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Knox v. State

Court of Appeals of Indiana

July 16, 2014

LARRY D. KNOX, Appellant-Defendant,
v.
STATE OF INDIANA, Appellee-Plaintiff

APPEAL FROM THE ALLEN SUPERIOR COURT. The Honorable Wendy W. Davis, Judge. Cause No. 02D05-1302-FD-182.

ATTORNEY FOR APPELLANT: STANLEY L. CAMPBELL, Fort Wayne, Indiana.

ATTORNEYS FOR APPELLEE: GREGORY F. ZOELLER, Attorney General of Indiana; RICHARD C. WEBSTER, Deputy Attorney General, Indianapolis, Indiana.

NAJAM, Judge. VAIDIK, C.J., and BROWN, J., concur.

OPINION

NAJAM, Judge.

STATEMENT OF THE CASE

Larry D. Knox appeals his conviction for torturing or mutilating a vertebrate animal, a Class D felony, following a bench trial. Knox raises a single issue for our review, namely, whether the State presented

Page 900

sufficient evidence to support his conviction. We affirm.

FACTS AND PROCEDURAL HISTORY

In the evening of December 4, 2012, Knox came home and found " a cat in his house." Tr. at 18. Knox " tried to remove the cat by opening the front door and kicking the cat outside," but instead of leaving, the cat " hissed and then ran around him and entered the bedroom area." Id. at 19. When he kicked the cat, " he kicked it very hard[; ] hard enough to knock the front tooth out of the cat" such that the tooth " flew out" of the cat's mouth. Id. at 20, 23. Knox then followed the cat into his bedroom, " pretty much destroyed his bedroom chasing after the cat," and " kick[ed] it a couple more times." Id. at 23. The last time Knox kicked the cat, " he kicked it pretty hard" and " dazed" it. Id. Knox then called for an animal control officer.

At 9:45 p.m., Fort Wayne Animal Control Officer Jason Miller responded to Knox's call. Officer Miller met Knox in front of Knox's house, and Knox described the preceding events to Officer Miller. Officer Miller entered the residence with Knox's permission and observed the cat's upper left canine on the floor, along with blood spatter. Officer Miller asked Knox why he kicked the cat, and Knox responded by stating that " [h]e didn't like cats." Id. at 24. Officer Miller asked Knox if he felt threatened by the cat, and Knox said " no." Id. At one point, Knox " began joking around about how far the tooth had . . . flown from the cat." Id. at 25. Knox did not have any injuries from the cat and stated that the cat had not made contact with him.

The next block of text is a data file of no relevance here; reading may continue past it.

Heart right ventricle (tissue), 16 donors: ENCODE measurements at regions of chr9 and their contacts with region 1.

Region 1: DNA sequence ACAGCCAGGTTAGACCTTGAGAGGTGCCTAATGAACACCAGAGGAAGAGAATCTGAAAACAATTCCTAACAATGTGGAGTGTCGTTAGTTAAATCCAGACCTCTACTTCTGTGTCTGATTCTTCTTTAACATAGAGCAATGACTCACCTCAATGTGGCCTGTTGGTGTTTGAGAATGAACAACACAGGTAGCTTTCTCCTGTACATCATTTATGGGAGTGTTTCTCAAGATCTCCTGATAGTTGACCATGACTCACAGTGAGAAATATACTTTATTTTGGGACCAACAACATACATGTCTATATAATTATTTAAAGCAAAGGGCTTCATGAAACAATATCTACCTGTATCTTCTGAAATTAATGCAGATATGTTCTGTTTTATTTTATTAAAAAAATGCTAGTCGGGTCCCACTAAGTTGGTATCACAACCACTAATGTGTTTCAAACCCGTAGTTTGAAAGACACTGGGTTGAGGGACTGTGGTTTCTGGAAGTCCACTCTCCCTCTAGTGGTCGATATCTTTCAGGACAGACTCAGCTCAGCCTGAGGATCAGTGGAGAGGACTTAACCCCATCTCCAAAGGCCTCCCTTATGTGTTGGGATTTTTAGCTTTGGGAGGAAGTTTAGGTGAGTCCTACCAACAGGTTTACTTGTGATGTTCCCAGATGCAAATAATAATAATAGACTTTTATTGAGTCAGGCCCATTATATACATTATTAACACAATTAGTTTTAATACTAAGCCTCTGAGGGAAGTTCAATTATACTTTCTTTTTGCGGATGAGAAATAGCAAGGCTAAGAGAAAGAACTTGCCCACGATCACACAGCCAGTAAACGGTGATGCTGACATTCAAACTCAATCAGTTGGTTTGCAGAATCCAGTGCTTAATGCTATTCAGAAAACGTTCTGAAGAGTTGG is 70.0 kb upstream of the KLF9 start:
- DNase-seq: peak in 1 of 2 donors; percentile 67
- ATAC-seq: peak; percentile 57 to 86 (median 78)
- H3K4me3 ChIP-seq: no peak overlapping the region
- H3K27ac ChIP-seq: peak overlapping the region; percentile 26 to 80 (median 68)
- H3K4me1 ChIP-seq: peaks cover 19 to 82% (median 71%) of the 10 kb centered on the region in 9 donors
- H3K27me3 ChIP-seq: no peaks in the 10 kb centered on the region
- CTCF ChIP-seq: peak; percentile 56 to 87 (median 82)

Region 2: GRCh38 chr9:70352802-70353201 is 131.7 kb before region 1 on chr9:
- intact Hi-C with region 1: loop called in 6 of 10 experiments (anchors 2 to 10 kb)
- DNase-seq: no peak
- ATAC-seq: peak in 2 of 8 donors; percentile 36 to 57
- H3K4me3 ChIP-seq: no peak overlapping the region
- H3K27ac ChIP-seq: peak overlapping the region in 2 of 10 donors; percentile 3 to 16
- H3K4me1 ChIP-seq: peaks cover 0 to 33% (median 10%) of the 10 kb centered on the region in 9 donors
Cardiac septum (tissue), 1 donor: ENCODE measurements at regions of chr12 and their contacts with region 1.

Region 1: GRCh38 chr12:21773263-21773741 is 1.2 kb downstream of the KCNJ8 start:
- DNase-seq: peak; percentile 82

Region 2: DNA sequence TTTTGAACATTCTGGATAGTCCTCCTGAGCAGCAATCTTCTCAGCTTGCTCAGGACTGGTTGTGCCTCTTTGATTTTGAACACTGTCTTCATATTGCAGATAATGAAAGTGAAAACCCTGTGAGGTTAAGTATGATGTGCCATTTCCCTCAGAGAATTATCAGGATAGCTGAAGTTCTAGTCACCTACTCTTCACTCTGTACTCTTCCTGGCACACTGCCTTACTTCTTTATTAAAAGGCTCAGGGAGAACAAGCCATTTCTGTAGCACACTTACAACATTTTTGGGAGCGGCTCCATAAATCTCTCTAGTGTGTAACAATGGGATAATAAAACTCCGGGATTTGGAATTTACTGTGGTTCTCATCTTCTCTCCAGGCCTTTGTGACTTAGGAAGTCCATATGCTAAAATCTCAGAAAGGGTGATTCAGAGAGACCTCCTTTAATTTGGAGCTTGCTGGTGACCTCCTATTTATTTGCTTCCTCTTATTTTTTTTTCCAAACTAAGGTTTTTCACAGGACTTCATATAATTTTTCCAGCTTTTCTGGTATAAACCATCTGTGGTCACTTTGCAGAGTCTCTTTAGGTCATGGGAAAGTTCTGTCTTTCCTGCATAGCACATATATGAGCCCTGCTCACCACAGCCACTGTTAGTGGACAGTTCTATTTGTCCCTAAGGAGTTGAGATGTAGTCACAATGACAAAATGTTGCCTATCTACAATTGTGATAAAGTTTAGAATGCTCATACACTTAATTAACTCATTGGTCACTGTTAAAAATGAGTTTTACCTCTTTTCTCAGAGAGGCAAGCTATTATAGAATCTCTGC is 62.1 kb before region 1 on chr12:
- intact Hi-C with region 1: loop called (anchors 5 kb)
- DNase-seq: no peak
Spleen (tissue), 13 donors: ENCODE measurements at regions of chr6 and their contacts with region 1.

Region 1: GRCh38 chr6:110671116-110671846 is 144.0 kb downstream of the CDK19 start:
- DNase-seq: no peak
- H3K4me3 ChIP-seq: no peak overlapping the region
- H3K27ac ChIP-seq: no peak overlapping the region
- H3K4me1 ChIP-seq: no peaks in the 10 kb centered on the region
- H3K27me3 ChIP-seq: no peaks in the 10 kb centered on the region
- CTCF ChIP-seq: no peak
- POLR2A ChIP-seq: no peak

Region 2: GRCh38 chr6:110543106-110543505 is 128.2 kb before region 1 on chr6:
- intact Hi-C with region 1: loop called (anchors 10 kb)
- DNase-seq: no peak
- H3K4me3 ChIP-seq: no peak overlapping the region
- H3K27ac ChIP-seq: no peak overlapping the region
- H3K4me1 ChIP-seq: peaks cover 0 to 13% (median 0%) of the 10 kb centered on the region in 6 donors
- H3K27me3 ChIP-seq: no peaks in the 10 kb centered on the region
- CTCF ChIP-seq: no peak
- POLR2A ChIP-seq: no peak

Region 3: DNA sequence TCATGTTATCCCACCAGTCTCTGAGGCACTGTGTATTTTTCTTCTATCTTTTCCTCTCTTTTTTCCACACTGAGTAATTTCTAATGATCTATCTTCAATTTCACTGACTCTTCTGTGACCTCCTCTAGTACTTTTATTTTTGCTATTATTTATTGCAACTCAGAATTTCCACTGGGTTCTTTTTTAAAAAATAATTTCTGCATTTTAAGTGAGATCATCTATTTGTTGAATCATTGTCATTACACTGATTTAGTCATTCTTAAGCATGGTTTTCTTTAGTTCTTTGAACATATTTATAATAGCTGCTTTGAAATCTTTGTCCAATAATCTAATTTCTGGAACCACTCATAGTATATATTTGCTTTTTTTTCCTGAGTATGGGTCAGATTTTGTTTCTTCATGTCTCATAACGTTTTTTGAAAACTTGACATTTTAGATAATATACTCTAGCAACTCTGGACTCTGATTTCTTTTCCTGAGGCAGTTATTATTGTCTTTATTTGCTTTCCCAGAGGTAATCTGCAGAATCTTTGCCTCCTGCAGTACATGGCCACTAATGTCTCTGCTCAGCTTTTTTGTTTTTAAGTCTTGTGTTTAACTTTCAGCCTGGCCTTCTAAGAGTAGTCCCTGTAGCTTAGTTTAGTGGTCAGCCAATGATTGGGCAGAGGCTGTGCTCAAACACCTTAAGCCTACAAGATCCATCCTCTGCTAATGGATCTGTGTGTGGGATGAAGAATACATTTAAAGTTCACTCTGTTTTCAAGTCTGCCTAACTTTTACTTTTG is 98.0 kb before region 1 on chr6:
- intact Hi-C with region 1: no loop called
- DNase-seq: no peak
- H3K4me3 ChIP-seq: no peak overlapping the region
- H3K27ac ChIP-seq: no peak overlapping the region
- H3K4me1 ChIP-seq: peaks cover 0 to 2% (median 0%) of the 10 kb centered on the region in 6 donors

In the bedroom, Officer Miller located the cat and observed that it had blood on its face and paws. The cat was motionless, but when Officer Miller began to gently stroke the cat it had no reaction, which told Officer Miller that the cat was not feral. Officer Miller picked up the cat, and it started moving its head " from side to side" and its eyes were moving back and forth, which told Officer Miller that the cat had suffered " some sort of a head injury." Id. at 26. Officer Miller secured the cat in a cage, again, without any display of aggression from the cat, and took it to an emergency veterinary clinic. There, Animal Care Supervisor Laura Rowe observed that the cat, while clearly injured, was " quiet" and " friendly" and " would allow [herself] to be petted." Id. at 43. However, due to the extent of the cat's injuries, emergency veterinarians were unable to do a full exam.

On December 8, Rowe took the cat to the St. Joseph Veterinary Hospital in Fort Wayne. Doctors there were able to anesthetize the cat and take dental x-rays, and the cat required " minimal restraint" when an IV was placed in her front arm. Id. at 44. Doctor Jennifer Stresemann reviewed the x-rays and testified that the results were " consistent with what [Knox] said about kicking the cat in the mouth." Id. at 66. Cats need their canine teeth for hunting, tearing food, and eating, and these teeth are " hooked into . . . the top part of the skull" by strong ligaments. Id. at 65. Doctor Stresemann added that, " to take the tooth totally out of [the] mouth . . . would take some very precise [sic] and it would take a lot of force behind it." Id. at 66. ...


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